What Light Can Do
Essays on Art, Imagination, and the Natural World
By Robert Hass
(Ecco, Hardcover, 9780061923920, 496pp.)
Publication Date: August 2012
Other Editions of This Title: Paperback
Categories: American - General
An evocative and captivating collection of essays on writers, place, poetry, and photographywith accompanying photos throughoutfrom Pulitzer Prize and National Book Award winner Robert Hass
Renowned for his magisterial verse, Robert Hass is also a brilliant essayist. the New York Times hailed him as a writer who "is so intelligent that to read his poetry or prose, or to hear him speak, gives one an almost visceral pleasure." Now, with What Light Can Do, Hass's first collection of essays in more than twenty-five years, the lauded author returns to and enlarges the territory of his critically acclaimed and much-loved collection Twentieth Century Pleasures, recipient of the National Book Critics Circle Award.
These acute and deeply engaging essays are as much a portrait of the elegant thought processes of an unconventional and virtuoso mind as they are inquiries into their subjects, which range from meditations on how we see and treat the earth to the relationship between literature and religion, from explorations of the works of writers as diverse as Korean poet Ko Un, Wallace Stevens, Cormac McCarthy, and Anton Chekhov to the ways in which photographymuch like an essayembodies a sustained act of attention.
A perceptive and evocative mixture of memory, philosophical interrogation, and criticism, the essays in What Light Can Do, finely attuned to the pleasures and pains of being human, are always grounded in the beauty of the material world and its details, and in the larger political and social realities we inhabit.
Robert Hass was born in San Francisco. He attended St. Mary's College in Moraga, California, and received an MA and a Ph.D. in English from Stanford University. His books of poetry include The Apple Trees at Olema (Ecco, 2010), Pulitzer Prize and National Book Award winner Time and Materials (Ecco, 2008), Sun Under Wood: New Poems (Ecco, 1996), Human Wishes (1989), Praise (1979), and Field Guide (1973), which was selected by Stanley Kunitz for the Yale Younger Poets Series. Hass also co-translated several volumes of poetry with Nobel Laureate Czeslaw Milosz and authored or edited several other volumes of translation, including Nobel Laureate Tomas Transtromer's Selected Poems (2012) and The Essential Haiku: Versions of Basho, Buson, and Issa (1994). His essay collection Twentieth Century Pleasures: Prose on Poetry (1984) received the National Book Critics Circle Award. Hass served as Poet Laureate of the United States from 1995 to 1997 and as chancellor of the Academy of American Poets. He lives in California with his wife, poet Brenda Hillman, and teaches at the University of California, Berkeley.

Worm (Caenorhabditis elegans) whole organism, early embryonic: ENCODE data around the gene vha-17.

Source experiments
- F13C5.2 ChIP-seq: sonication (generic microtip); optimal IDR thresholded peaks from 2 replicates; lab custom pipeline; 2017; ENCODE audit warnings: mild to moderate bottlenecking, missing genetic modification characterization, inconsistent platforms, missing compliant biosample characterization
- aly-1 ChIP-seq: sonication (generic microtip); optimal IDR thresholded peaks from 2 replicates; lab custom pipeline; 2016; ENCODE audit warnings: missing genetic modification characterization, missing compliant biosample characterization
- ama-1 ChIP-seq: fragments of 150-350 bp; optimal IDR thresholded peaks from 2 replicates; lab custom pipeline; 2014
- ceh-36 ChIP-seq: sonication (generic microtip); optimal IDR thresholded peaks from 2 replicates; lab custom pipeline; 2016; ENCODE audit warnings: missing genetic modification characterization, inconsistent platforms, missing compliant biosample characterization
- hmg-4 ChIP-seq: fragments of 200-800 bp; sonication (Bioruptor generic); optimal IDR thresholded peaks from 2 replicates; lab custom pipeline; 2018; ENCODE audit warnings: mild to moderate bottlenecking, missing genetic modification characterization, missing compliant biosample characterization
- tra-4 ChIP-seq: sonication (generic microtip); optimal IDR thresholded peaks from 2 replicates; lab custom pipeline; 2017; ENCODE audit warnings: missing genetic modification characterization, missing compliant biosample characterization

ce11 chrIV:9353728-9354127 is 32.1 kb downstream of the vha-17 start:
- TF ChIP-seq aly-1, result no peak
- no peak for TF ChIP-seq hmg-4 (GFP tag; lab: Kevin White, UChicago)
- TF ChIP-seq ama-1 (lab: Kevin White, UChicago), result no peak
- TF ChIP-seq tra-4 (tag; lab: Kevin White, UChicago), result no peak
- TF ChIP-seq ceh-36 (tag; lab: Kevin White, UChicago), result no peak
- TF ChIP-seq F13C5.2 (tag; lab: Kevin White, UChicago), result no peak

“Drawn to compelling subjects that he makes his own, Hass writes prose every bit as zestful, penetrating, and sure-footed as his poetry. . . This powerful collection affirms Hass’ stature as a philosophically attentive observer, deep thinker, and writer who dazzles and rousts.”